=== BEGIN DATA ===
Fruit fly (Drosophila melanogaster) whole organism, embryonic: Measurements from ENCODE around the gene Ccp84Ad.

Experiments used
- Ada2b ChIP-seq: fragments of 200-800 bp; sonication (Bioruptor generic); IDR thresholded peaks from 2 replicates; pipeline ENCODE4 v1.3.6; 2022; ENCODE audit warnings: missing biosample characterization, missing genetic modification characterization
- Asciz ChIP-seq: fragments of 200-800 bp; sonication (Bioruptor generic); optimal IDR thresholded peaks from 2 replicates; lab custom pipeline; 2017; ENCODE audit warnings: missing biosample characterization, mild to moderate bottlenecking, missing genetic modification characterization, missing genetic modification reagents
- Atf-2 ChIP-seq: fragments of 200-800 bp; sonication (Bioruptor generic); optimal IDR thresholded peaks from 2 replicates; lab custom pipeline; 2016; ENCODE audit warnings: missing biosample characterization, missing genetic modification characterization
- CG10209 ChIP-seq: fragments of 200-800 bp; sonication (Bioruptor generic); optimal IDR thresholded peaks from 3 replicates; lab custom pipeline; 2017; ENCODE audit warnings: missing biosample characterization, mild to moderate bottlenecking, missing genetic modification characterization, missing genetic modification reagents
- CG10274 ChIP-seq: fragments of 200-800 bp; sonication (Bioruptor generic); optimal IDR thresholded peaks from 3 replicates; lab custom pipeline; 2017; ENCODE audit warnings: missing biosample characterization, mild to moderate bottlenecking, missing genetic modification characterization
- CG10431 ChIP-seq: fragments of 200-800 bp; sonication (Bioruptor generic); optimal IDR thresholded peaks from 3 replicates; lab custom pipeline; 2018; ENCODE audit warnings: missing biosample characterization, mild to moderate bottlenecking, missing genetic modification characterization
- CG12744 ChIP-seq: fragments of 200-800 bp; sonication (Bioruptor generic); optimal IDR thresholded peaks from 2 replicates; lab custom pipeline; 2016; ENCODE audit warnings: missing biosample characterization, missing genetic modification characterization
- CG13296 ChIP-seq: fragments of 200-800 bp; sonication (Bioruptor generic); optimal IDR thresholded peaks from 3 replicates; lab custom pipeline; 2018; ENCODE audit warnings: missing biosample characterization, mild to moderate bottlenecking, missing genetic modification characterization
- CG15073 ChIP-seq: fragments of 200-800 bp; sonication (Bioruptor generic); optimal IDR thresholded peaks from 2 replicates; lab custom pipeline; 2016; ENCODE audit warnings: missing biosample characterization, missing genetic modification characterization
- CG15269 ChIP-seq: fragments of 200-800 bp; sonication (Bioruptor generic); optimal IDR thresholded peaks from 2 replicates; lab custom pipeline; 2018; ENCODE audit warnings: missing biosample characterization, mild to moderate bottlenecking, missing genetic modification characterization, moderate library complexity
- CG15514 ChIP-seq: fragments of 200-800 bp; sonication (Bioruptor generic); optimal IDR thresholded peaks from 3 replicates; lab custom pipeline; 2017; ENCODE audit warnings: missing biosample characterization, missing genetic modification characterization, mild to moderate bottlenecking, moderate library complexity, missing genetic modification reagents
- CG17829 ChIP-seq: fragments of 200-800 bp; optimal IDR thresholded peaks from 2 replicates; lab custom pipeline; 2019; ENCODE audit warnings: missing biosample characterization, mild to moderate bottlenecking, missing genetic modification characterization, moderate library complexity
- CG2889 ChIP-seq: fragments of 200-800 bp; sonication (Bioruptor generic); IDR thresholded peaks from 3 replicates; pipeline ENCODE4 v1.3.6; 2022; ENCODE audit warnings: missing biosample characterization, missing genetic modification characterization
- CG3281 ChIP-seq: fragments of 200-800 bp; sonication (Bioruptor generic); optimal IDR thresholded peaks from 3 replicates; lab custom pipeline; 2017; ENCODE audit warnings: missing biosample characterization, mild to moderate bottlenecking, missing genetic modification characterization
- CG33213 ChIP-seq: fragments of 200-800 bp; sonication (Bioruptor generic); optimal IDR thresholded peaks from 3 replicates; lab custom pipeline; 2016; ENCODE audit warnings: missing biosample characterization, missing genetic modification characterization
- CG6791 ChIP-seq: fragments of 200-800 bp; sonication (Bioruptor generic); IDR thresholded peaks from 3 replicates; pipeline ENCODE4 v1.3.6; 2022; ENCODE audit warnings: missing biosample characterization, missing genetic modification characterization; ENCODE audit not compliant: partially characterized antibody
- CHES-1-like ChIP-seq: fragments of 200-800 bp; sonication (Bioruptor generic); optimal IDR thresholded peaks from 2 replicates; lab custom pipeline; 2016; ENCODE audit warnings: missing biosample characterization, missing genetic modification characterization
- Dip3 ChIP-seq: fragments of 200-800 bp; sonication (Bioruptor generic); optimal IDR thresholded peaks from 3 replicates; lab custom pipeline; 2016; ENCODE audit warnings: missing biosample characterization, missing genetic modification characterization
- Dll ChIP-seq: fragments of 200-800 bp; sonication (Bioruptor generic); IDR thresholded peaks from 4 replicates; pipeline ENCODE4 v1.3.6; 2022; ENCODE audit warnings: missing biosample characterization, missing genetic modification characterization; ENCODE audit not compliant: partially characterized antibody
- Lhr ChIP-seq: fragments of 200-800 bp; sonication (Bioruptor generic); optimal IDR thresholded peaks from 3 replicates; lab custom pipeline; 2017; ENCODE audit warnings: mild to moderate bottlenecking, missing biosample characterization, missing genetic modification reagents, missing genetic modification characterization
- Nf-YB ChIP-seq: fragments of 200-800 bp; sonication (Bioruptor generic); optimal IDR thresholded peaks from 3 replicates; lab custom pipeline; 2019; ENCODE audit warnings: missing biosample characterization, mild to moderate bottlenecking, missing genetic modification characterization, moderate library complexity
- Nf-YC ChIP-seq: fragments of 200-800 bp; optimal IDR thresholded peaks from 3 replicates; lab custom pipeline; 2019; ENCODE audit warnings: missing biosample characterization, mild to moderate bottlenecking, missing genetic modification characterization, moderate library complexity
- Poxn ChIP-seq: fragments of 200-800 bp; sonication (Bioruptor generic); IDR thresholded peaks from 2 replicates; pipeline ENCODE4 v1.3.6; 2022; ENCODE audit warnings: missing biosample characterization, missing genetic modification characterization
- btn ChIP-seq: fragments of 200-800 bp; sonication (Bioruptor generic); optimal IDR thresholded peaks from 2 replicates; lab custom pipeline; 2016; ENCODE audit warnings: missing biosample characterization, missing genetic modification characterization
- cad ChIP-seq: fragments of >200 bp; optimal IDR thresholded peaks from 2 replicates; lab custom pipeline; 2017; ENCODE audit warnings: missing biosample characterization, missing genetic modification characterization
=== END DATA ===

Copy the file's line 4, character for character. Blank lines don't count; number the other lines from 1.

- Asciz ChIP-seq: fragments of 200-800 bp; sonication (Bioruptor generic); optimal IDR thresholded peaks from 2 replicates; lab custom pipeline; 2017; ENCODE audit warnings: missing biosample characterization, mild to moderate bottlenecking, missing genetic modification characterization, missing genetic modification reagents